Sunday, 8 May 2011

The importance of hanging onto your copyright

Recently, I received a contract from one of my existing book publishers. They wanted me to update my book with them and I thought,’ great, that’ll get it out to a whole new audience.’ 

Yes, the book is still in print, but when I wrote it back in 2004, social networking meant your flesh and blood friends, and not those you met over the internet on social networking sites like Facebook and Twitter.

When I got the contract, buried amongst all those clauses you need a lawyer to decipher, was one that gave the publisher full copyright of my work.

As am author, you should NEVER give away full copyright unless you are being paid a very good, upfront fee that makes your hard work worthwhile. This may happen if you are commissioned to write a book by a publisher who has a book in mind that they want you to write. 

Why shouldn't you make money from your own work?

My other advice about contracts would be –

1-If you live in the UK, join the Society of Authors. If you live elsewhere in the world, try and find out if there is a similar organisation for writers/authors.  Once you join the SOA, they will go through all your contracts with you by email or post.  If you have an agent (a good one), you won’t need to do this as they will vet contracts on your behalf.

2-If you don’t understand a phrase, a clause or even a word in a contract, ALWAYS ask.  Don’t be ashamed that you don’t know. You’re not a lawyer (hey, if only, they earn lots), you’re a writer.

3-Make sure you keep your Authors’ Licensing and Collecting Society cash. Publishers are trying to make a grab for half that cash.  It’s yours.  Don’t let them.

If you haven’t joined the ALCS, here’s a link to their website -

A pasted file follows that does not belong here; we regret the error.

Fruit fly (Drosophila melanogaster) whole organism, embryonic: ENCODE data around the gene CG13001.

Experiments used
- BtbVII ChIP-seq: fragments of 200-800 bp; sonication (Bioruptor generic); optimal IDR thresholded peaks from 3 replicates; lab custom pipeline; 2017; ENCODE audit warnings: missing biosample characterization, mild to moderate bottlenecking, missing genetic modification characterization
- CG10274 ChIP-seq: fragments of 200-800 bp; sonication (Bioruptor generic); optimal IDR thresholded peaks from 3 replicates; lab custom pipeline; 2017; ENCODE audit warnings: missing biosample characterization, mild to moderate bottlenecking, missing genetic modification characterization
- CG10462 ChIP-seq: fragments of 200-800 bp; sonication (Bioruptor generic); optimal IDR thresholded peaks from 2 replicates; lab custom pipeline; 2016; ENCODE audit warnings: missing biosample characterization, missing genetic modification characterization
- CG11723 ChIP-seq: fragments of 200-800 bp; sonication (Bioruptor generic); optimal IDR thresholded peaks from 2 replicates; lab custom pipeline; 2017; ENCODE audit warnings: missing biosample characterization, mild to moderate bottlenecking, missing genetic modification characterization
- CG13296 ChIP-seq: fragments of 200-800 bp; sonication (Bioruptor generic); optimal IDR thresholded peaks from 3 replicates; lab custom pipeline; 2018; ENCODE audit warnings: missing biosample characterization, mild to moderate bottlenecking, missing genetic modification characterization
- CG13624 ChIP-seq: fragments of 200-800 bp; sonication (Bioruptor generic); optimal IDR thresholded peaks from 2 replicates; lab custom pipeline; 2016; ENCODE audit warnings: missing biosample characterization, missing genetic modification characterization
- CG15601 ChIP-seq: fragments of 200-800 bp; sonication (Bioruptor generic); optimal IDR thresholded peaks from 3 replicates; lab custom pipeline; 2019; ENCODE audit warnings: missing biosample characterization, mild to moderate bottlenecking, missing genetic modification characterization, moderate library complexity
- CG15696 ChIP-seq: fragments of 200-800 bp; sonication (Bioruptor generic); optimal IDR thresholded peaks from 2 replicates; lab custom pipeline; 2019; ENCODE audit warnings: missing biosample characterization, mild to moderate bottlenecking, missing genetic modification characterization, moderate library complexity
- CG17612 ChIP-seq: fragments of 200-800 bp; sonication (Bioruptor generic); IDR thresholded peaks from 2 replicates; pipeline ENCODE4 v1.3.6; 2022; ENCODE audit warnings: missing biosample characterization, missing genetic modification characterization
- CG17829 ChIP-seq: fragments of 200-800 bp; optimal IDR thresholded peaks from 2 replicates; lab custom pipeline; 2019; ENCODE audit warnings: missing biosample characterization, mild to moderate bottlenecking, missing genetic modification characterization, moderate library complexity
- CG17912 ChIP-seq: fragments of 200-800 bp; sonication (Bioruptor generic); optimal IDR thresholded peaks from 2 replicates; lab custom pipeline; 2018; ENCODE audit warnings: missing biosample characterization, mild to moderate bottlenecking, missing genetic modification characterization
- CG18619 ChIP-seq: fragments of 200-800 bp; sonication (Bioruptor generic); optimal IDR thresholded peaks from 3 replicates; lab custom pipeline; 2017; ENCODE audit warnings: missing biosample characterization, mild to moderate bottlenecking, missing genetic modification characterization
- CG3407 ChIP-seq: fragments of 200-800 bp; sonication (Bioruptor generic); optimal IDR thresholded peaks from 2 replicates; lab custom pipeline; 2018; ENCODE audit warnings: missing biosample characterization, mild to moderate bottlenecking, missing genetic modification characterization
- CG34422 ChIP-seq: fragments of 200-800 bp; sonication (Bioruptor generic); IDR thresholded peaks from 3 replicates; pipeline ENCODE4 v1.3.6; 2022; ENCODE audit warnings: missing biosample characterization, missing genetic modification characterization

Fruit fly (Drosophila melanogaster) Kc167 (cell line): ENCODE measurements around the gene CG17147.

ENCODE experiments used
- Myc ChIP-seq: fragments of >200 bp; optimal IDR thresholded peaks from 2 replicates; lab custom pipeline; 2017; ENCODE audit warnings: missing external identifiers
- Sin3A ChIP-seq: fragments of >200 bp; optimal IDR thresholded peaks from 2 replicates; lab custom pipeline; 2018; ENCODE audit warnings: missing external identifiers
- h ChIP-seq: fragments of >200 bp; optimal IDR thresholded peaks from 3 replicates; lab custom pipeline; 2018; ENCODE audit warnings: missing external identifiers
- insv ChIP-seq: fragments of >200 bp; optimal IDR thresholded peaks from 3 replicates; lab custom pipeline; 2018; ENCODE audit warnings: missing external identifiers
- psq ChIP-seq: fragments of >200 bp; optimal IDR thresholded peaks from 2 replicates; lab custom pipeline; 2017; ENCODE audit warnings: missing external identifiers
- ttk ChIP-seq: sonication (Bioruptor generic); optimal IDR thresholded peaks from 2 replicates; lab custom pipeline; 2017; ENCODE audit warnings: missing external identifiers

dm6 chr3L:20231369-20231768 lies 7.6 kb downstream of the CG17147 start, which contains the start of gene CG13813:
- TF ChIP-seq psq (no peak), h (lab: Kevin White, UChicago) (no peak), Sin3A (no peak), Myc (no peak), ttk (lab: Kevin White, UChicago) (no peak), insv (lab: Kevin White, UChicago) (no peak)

What you have to do is register with them and then register all your books.  One a year, usually in February, if anyone has photocopied from your book in a publics library or somewhere else, you will get money.

4-Register your books with the Public Lending Right (sorry, it’s UK only).  You can check out the PLR here -
With this scheme, you register the books you wrote and you get paid every time someone takes it out of the library. Unless you are very popular, don’t expect too much cash. 
They have some interesting information on the site, including details of the most borrowed books in Britain. 
Note, sadly the current UK government in their wisdom have decided that the PLR body will be abolished and ‘the statutory responsibility for administering the PLR Scheme will be transferred to another existing publicly-funded body.’ – Source, the PLR website. 

You can read more about the PLR here -


  1. Re ALCS - how do they know if your work has been copied in a library? My library lets me copy anything without asking them - I just have to feed the copier with shiny buttons.

  2. A good point Baggy. Most of the money for photocopying comes from educational establishments, businesses and the government who register with the Copyright Licensing Agency and pay to copy copyrighted work. For instance, I wrote Bullying - A Parent's Guide. Schools use that and that might be copied by teachers to help them talk to kids about being bullied.

    Hope this helps.


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